The return of single sculling to the Aberdeen Dad Vail Regatta last year after a 45-year absence was so well-received that officials had to cut off the number of entries in the men's division for this weekend's competition.
"We were oversubscribed," said Jim Hanna, president of the Dad Vail Regatta Organizing Committee.
The 74th Dad Vail, the largest collegiate rowing event in the United States with a record 127 schools this year, begins Friday on the Schuylkill. Of the 167 races scheduled through Saturday afternoon, 10 will consist of qualifying and finals in the college men's and women's single sculls.
Hanna said Tuesday the single sculls present "a very exciting element" to the regatta, which is the only gathering of this magnitude that "sponsors singles competition in North America."
The sculls returned to the Dad Vail for the first time since 1966 last year in conjunction with the Philadelphia Challenge Cup, which brought together international-caliber rowers. The contestants in the Challenge Cup race competed for the gold cup, which was first presented to Philadelphian John B. Kelly Sr., who in 1920 became the first American to win an Olympic gold medal in rowing.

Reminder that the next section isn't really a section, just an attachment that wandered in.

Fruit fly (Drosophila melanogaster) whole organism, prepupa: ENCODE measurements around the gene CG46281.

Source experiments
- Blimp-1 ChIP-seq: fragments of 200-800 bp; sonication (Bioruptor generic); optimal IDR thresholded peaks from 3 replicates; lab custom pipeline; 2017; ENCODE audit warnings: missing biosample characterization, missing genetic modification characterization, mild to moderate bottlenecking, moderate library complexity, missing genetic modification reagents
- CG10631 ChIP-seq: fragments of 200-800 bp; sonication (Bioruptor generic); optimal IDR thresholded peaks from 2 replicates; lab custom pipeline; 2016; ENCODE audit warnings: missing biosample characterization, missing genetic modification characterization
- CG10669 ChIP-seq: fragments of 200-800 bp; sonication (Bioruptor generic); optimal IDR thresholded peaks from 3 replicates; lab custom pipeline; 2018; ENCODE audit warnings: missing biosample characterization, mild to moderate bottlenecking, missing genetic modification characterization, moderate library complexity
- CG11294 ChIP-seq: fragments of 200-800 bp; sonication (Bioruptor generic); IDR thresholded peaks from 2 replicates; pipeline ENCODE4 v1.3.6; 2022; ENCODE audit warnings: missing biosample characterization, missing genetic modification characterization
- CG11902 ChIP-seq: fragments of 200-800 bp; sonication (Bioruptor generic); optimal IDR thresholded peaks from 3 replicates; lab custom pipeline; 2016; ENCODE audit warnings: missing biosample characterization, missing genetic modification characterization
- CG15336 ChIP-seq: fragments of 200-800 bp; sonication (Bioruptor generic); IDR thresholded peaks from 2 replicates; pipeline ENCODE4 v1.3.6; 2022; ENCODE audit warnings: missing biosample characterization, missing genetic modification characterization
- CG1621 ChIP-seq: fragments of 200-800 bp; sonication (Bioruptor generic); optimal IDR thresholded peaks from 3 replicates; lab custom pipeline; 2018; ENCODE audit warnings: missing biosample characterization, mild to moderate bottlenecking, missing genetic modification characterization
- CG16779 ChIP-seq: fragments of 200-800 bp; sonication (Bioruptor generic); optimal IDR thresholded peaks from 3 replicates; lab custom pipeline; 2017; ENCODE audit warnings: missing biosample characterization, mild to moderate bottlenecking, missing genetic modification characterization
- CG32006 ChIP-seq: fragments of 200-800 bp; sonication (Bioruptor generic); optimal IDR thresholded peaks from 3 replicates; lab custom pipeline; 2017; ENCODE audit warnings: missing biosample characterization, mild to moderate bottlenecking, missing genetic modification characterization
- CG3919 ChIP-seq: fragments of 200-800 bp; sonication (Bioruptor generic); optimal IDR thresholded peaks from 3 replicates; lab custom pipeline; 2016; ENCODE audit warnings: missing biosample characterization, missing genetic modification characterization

Hanna said the Challenge Cup will not be raced this year because it is an Olympic year. The event will be competed "every three or four years," he said.
The men's college competition features 30 rowers who will first compete in six heats of five boats each on Friday. The men's and women's semifinals take place early Saturday, with the championship races set for the afternoon. There are 12 contestants in the women's competition.
Hanna said the idea for single sculls came from long-time Haverford School coach and former Undine Barge Club competitor Jim Barker.
"Jim said that the United States suffers a deficit at the Olympics because we don't really promote single sculling," Hanna said. "He said that we needed a major regatta like the Aberdeen Dad Vail Regatta to support sculling."
Hanna said the DVROC wanted a day to think about it because of the concern that extra races would stretch the dedicated staff of more than 200 regatta volunteers. But after one day of consideration, he ruled the event a go.
Scullers from Oklahoma City University won last year's college races - Edgars Boitmanis on the men's side and Kathryn Schiro on the women's - and both are scheduled to return this season. Oklahoma City has another sculler, Jane Imfeld, who finished third last year at the Dad Vail and later rowed in the under-23 World Rowing Championships for the United States with Schiro.
Hanna said he has seen a renewed interest by college crew programs in adding single sculls and is pleased with the role that the Dad Vail Regatta plays in giving rowers in the discipline somewhere to compete.
He also likes the fact that the sculls might produce a future Olympic gold medalist. He said two current members of the DVROC board - Bill Stowe (1964) and Pete Cipollone (2004) - own gold medals.
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